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Virginia may get tougher on texting drivers, illegal cigarette sellers
Question of the Day
RICHMOND — The Virginia State Crime Commission endorsed legislation Wednesday to increase penalties for illegal cigarette trafficking and for texting while driving.
Lawmakers will consider the measures after they convene in Richmond for the 2013 session next month.
At a meeting earlier this year, experts told the commission that cigarette smuggling has dramatically increased because it can be more profitable than drug dealing, and the penalties are not as harsh. The most common type of trafficking, called “smurfing,” involves people buying large quantities of cigarettes from retailers in Virginia, which has the nation’s second-lowest tobacco tax at 30 cents a pack, and reselling them in higher-tax states in the Northeast. The tax in New York, for example, is $4.35 per pack.
The commission voted to keep the first smurfing offense a misdemeanor but increase the maximum penalty from six months in jail to one year. A second offense involving 25 or more cartons of cigarettes, or a first offense involving 500 cartons or more, would be a felony punishable by up to five years in prison. A second conviction involving the larger quantity could result in a 10-year sentence.
The danger of texting while driving also has caught the commission’s attention.
“We have a huge public safety problem,” said Delegate Manoli Loupassi, Richmond Republican. He said a driver with a .08 percent blood-alcohol limit, which qualifies as drunken driving, is less dangerous than one who is texting.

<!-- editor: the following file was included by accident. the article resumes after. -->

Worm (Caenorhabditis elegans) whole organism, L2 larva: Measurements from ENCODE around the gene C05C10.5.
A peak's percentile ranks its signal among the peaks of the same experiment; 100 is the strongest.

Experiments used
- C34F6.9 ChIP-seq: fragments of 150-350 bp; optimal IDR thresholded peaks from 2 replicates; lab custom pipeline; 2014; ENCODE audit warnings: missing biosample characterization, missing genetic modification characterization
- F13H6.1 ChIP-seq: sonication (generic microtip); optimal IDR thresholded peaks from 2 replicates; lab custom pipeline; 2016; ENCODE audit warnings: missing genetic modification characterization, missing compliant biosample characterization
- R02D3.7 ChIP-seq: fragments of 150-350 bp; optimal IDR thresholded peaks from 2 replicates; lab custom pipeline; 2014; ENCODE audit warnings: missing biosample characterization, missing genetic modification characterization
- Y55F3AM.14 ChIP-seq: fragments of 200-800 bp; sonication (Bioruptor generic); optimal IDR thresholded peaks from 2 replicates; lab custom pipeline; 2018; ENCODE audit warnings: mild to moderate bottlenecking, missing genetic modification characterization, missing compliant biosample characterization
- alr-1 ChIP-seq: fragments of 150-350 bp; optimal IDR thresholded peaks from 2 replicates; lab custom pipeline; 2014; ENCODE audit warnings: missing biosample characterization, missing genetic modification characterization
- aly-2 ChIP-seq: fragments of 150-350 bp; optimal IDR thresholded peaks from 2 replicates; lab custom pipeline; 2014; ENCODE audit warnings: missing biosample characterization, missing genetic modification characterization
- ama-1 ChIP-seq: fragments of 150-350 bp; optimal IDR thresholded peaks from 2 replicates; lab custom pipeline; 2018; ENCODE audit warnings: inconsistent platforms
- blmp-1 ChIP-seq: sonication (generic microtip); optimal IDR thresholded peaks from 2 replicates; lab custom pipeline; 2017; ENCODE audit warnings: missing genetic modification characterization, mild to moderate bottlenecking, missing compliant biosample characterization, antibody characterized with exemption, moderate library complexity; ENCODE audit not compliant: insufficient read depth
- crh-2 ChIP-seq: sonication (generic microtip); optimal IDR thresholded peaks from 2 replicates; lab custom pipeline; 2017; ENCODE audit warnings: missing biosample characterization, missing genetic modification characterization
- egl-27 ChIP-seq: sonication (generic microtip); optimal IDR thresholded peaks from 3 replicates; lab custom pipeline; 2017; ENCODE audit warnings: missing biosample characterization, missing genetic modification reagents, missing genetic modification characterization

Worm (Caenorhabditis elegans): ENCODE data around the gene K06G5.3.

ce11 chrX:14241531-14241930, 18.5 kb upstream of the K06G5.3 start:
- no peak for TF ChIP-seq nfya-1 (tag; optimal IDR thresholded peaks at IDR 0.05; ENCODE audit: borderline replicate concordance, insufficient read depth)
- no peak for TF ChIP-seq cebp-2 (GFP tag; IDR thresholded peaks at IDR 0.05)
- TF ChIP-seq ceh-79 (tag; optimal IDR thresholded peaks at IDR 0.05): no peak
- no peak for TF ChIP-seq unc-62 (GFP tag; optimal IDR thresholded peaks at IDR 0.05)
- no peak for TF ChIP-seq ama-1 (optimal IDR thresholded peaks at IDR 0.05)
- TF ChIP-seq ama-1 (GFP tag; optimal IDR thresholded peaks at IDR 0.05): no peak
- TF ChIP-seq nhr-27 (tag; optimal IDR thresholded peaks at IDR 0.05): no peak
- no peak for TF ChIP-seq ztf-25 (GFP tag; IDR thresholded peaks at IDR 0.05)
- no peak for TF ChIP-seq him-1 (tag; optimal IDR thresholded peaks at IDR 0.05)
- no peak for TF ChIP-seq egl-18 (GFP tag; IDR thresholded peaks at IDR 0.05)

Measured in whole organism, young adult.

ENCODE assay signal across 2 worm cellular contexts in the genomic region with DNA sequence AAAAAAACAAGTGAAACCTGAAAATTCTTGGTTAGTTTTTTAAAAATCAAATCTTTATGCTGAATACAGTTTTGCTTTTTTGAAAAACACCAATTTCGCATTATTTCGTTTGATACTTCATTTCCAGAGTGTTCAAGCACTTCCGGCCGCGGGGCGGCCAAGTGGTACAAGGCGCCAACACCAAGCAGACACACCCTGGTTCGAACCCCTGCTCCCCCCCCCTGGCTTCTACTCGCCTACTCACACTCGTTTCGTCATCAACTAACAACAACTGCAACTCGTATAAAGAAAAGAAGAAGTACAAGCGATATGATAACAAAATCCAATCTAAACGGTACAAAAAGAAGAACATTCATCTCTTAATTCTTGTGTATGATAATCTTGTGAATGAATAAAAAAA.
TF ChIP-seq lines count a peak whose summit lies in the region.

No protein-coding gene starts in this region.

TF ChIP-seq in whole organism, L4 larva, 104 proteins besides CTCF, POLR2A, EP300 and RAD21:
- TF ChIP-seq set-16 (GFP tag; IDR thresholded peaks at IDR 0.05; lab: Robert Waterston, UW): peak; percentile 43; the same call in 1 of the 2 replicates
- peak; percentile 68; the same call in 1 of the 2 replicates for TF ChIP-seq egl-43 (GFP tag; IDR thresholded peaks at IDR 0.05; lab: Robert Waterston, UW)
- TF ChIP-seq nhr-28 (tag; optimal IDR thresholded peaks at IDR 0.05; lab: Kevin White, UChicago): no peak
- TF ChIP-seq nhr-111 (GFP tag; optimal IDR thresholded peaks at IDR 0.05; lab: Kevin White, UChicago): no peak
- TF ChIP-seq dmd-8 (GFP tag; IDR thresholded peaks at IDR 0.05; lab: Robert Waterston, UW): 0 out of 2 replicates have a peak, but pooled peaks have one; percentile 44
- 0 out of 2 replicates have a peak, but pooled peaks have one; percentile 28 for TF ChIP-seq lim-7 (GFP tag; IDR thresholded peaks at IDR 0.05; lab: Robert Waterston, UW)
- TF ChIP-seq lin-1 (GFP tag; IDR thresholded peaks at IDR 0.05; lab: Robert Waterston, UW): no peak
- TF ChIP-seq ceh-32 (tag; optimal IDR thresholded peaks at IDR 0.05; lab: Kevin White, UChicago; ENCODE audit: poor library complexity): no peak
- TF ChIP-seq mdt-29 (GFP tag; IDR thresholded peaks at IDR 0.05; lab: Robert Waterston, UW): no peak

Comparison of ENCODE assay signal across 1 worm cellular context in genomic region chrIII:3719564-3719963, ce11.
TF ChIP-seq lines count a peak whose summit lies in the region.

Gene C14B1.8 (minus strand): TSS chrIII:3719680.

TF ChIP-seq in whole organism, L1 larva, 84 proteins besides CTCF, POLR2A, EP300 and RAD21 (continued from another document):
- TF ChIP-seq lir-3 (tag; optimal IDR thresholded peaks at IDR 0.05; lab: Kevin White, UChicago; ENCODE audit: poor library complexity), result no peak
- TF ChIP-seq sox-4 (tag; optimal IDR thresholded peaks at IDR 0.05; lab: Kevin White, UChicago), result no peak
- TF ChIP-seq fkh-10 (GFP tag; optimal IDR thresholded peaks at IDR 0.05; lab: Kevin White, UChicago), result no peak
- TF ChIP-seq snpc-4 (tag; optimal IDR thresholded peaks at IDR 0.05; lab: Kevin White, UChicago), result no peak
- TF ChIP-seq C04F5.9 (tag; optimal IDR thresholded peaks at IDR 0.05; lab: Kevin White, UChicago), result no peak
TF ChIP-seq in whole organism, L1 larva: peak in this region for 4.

Texting while driving is currently a civil violation punishable by a $20 fine. It’s also a secondary offense, which means police can write a ticket for texting only if they stopped the driver for another violation.
The commission endorsed a bill already introduced by Delegate Benjamin L. Cline, Rockbridge Republican, that would classify the offense as reckless driving — a misdemeanor that can result in up to a year in jail. The legislation also would make it a primary offense, allowing police to pull over and charge any driver they see texting.
Mr. Cline’s bill applies to a driver using any handheld communication device for other than verbal communication, prompting Mr. Loupassi to question whether someone would be in violation for punching in a number to place a call. Stewart Petoe, the commission’s chief lawyer, said prosecutors and defense attorneys could both make effective arguments on that point.
Mr. Loupassi said he believes the legislature eventually will have to prohibit any touching of a cellphone while driving to eliminate such ambiguity.
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